In three cushion billiards, the most standard shot where the third ball is advantageously placed in a corner.
24 Random Essential Billiards Terms
The effect of shooting regulation-weight object balls with an old-fashioned over-weight bar table cue ball, such that the cue ball moves forward to occupy (sometimes only temporarily), or go beyond, the original position of the object ball, even on a draw or stop shot, because the mass of the cue ball exceeds that of the object ball. Players who understand smash-through well can use it intentionally for position play, such as to nudge other object balls nearby the target ball. Smash-through also makes it dangerous in bar pool (when equipped with such a cue ball) to pocket straight-on ducks with a stop shot instead of by cheating the pocket because of the likelihood of scratching the cue ball.
Name for the ball that when pocketed, wins the game, or any ball that when made results in a payday such as a way in the game of Chicago.
A Baulk line is line drawn across the table 29 inches from the bottom cushion and parallel to that cushion.
Jargon for a tournament chart, showing which players are playing against whom and what the results are. Often shortened to card.
This describes balls that are not able to be made in a pocket, either because they are high up on the table, in a different pocket, or in a cluster that makes the shot difficult. This condition of being out of play obviously exists on different difficulty levels.
Netted or cupped pockets that do not return the balls to the foot end of the table by means of a gutter system or sloped surface beneath (they must instead be retrieved manually).
Also known as 14.1 continuous pool. This game is played on a pocketed table with the fifteen object balls and a cue ball. Every shot must begin with a call, and if made, you get to continue calling shots. The idea is to reach a predetermined score before your opponent. When all but one ball remains, the rack is started over without the apex ball in position, and the last shot is called in such a way as to break the new rack and continue play.
On a shot, the extension of the cue stick through the cue ball position during the end of a player's stroke in the direction originally aimed.
The break box is a zone in the "kitchen" of the head (British: bottom) of the table, from which the break shot must be taken with the cue ball,
21d 14h 43m 19s
15d 11h 39m 26s
13d 8h 1m 58s
This is an instance when the person not taking their turn interferes with the game play, this is recorded as a foul.
This is another name for One Pocket pool.
The use of the correct amount of cue ball speed in position play to achieve proper shape for a subsequent shot.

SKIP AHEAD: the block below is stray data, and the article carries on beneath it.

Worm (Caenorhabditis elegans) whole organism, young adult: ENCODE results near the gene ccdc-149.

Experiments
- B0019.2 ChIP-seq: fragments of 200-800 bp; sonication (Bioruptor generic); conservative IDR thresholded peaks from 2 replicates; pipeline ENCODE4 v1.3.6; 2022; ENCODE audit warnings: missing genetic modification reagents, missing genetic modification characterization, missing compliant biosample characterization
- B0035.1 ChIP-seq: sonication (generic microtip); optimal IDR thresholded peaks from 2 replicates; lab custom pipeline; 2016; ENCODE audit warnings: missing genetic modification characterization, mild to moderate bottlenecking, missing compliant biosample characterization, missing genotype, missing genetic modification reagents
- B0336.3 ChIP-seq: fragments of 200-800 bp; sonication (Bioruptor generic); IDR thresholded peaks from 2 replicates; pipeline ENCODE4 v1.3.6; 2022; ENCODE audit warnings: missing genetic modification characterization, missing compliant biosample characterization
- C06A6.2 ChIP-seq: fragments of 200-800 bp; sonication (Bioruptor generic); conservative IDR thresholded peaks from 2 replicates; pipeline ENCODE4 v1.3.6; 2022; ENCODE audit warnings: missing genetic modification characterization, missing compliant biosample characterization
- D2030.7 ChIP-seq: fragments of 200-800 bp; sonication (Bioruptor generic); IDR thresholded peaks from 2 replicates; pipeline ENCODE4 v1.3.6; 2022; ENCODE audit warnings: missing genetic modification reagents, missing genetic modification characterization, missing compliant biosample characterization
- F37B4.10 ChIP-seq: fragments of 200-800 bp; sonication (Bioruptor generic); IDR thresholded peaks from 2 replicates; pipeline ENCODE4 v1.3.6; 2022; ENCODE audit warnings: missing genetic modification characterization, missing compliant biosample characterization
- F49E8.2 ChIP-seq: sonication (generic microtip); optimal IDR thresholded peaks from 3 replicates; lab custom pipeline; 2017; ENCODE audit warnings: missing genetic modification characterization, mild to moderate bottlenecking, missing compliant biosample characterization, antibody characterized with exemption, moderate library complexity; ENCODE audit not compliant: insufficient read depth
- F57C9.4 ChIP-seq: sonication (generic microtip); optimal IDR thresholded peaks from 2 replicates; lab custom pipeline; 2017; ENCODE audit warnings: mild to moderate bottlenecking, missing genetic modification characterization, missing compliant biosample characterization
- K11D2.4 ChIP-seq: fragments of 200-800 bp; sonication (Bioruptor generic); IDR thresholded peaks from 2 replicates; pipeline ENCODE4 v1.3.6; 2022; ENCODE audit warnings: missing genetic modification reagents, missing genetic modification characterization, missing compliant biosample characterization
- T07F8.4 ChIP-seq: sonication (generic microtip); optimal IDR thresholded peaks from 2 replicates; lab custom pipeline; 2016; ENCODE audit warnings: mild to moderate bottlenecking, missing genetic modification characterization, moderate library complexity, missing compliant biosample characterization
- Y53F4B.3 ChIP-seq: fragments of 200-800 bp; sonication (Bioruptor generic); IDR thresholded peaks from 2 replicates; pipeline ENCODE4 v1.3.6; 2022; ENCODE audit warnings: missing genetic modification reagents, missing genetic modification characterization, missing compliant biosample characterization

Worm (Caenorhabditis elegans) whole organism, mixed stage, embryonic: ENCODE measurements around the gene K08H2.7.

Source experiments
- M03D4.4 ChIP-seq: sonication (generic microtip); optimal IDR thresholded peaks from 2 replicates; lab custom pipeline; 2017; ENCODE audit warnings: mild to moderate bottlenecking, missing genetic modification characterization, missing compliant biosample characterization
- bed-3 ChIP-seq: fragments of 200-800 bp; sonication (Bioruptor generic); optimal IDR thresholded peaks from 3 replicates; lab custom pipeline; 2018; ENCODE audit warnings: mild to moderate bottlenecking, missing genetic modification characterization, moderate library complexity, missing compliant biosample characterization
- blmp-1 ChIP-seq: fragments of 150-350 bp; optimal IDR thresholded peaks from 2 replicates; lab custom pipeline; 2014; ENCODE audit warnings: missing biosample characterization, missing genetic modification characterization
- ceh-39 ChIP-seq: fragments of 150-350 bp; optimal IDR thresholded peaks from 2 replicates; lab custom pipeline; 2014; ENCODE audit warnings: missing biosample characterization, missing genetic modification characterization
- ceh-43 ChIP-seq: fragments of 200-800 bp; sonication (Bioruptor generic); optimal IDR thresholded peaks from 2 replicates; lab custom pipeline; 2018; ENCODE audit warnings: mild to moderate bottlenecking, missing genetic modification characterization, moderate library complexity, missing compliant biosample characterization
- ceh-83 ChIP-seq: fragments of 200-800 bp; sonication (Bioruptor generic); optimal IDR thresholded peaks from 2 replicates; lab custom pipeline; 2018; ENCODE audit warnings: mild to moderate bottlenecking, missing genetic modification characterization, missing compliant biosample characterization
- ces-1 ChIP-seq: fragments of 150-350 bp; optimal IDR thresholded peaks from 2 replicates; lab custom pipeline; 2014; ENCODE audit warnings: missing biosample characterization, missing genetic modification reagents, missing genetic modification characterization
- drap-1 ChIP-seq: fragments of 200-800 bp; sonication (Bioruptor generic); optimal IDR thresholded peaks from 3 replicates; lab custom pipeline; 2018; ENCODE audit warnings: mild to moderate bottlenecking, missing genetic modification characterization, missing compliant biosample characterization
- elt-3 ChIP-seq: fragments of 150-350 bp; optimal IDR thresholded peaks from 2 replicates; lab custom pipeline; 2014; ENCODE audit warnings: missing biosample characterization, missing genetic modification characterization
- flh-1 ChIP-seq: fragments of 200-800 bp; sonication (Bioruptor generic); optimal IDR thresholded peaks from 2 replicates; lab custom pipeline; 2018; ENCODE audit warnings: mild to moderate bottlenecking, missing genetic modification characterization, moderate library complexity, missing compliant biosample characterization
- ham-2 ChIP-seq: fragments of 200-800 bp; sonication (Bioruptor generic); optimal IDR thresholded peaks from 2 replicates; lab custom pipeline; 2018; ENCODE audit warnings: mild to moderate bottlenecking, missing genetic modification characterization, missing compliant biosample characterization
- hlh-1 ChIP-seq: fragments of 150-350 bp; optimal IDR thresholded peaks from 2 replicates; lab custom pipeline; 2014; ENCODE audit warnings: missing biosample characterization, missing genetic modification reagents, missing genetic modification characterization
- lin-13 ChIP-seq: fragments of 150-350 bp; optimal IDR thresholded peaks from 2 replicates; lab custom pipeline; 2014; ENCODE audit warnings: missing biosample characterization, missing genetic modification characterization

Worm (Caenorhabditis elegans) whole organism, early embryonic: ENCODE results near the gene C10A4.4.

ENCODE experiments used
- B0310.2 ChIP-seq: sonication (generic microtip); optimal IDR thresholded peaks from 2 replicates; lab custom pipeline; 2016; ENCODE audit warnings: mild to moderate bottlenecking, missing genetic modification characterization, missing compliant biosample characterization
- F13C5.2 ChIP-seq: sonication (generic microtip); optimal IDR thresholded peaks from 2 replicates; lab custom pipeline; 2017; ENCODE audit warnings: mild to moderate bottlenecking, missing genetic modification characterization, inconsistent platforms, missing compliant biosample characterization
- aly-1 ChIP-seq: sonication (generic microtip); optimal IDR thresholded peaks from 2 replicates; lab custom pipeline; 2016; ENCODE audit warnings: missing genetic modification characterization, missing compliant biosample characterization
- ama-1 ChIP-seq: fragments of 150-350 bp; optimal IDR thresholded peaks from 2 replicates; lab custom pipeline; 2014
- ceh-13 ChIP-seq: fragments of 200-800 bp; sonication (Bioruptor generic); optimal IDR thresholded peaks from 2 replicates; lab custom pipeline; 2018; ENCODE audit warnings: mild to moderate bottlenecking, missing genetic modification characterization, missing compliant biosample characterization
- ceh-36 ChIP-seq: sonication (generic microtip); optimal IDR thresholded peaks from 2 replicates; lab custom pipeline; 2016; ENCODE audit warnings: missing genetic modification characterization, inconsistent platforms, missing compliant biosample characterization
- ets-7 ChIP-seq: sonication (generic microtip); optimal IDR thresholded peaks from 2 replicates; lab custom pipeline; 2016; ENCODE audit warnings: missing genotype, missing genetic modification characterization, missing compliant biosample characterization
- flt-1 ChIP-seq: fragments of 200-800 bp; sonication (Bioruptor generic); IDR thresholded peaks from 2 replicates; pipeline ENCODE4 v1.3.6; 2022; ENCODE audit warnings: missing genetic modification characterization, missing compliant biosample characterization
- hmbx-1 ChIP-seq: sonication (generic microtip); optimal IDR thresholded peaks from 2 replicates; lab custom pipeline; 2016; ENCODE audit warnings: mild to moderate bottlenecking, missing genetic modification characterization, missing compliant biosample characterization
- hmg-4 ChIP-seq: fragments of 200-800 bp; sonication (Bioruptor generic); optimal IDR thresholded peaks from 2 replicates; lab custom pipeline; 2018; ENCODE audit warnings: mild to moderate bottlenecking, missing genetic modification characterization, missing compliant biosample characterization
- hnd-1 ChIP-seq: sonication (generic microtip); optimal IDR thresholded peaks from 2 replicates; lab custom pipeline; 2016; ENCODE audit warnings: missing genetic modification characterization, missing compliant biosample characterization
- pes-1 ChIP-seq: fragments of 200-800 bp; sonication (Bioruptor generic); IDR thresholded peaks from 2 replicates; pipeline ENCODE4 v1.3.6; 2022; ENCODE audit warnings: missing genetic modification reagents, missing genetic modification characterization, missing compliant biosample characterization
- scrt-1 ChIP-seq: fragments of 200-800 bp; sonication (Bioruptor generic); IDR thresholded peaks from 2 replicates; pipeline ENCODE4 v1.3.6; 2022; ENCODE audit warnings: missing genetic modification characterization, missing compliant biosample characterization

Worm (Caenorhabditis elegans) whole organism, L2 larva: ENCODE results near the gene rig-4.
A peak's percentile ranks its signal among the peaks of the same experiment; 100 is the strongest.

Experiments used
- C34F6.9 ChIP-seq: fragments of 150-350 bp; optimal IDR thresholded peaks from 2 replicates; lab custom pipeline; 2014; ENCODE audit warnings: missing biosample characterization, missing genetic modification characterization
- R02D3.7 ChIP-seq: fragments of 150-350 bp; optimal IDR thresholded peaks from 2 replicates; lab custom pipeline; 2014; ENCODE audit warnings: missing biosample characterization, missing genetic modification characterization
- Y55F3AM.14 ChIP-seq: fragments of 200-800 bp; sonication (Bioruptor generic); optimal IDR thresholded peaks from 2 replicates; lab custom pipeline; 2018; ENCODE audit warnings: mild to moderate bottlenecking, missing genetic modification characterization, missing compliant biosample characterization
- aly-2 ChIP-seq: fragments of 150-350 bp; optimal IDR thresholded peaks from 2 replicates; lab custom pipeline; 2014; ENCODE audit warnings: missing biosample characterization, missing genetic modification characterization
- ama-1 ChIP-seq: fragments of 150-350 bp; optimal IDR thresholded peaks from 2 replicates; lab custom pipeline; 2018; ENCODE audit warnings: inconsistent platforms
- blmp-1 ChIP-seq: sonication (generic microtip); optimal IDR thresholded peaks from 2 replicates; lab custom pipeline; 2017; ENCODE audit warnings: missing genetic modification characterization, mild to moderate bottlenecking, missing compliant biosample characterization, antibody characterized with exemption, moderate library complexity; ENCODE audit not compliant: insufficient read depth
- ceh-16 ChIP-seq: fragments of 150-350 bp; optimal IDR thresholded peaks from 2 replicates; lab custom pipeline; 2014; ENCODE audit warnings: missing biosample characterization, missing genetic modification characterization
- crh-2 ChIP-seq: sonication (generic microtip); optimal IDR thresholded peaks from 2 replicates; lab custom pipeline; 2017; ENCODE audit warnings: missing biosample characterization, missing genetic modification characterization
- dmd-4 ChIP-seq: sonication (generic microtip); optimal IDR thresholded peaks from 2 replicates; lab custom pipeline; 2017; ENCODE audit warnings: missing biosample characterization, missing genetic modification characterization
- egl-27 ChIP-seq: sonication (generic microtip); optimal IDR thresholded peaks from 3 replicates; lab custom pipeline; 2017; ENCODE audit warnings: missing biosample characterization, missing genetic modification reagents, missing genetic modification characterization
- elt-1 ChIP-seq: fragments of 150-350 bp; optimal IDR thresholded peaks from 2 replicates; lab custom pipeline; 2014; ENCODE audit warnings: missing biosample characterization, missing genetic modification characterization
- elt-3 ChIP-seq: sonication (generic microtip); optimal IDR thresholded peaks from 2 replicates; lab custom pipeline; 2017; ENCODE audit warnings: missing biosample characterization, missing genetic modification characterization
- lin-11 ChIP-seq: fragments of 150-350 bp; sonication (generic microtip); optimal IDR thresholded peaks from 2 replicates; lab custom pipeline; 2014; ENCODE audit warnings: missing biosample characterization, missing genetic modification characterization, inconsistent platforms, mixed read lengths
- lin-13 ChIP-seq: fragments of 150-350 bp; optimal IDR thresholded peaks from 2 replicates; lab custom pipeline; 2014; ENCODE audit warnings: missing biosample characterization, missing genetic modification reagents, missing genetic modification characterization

Chiefly British: Same as shark (senses 1, 2). The term appears in lyrics from The Mikado (1884) in relation to billiards, and developed from sharper (in use by at least 1681, but now obsolete) meaning "hustler" but not specific to billiards.
Side spin on the cue ball that causes it to roll off a cushion (contacted at an angle) with rather than against the ball's natural momentum and direction of travel. If angling into a rail that is on the right, then running english would be left english, and vice versa. The angle of deflection will be wider than if no english were applied to the cue ball. But more importantly, because the ball is rolling instead of sliding against the rail, the angle will be more consistent. For this reason, running English is routinely used. Also called running side in British terminology. Contrast reverse english.
When the rules of the opening break are broken. Ex: If not enough balls contact with rails off the break.
This is when a player has scratched and the foul in one pocket calls for them to spot a ball, but not able to be spotted at the time. In this case a coin is usually placed on the side of the table to keep tabs.
Also swan rest. A type of rest, similar to a spider in that the head is raised by longer supporting legs, but instead of a selection of grooves on the top for the cue to rest in there is only one, on the end of an overhanging neck, so that a player can get to the cue ball more easily if the path is blocked by two or more obstructing balls. Also known as the goose neck.
In one pocket pool this means that you change your play based on where the count is during the game. If you are ahead you might choose more conservative shots, and if you are behind you could choose more aggressive shots.
1- Noun: A player's wager in a money game.
2- Verb:To provide part or all of a player's stake for a gambling session in which one is not a player. A person who stakes or backs a player is called a stakehorse or backer. "Stakehorse" can also be used as a verb.
21d 7h 56m 50s
24d 8h 40m 25s
25d 19h 52m 26s
In certain carom billiards games, any shot in which the cue ball is sucessfully caromed off an object ball to strike another object ball (with or without contacting cushions in the interim) is a considered a billiards shot.
Any shot where the cue ball is intentionally jumped into the air to clear an obstacle
Two or more object balls that are touching or are close together.
A rare and very difficult trick jump shot that turns into a draw shot upon landing. Requires precise application of spin in addition to the precise application of ball pressure to effectuate the jump. Jump draws are fairly often seen in professional trick shot competition.
When a player is on the receiving end of a devastating safety where it is very difficult or near impossible to make a legal hit on an object ball.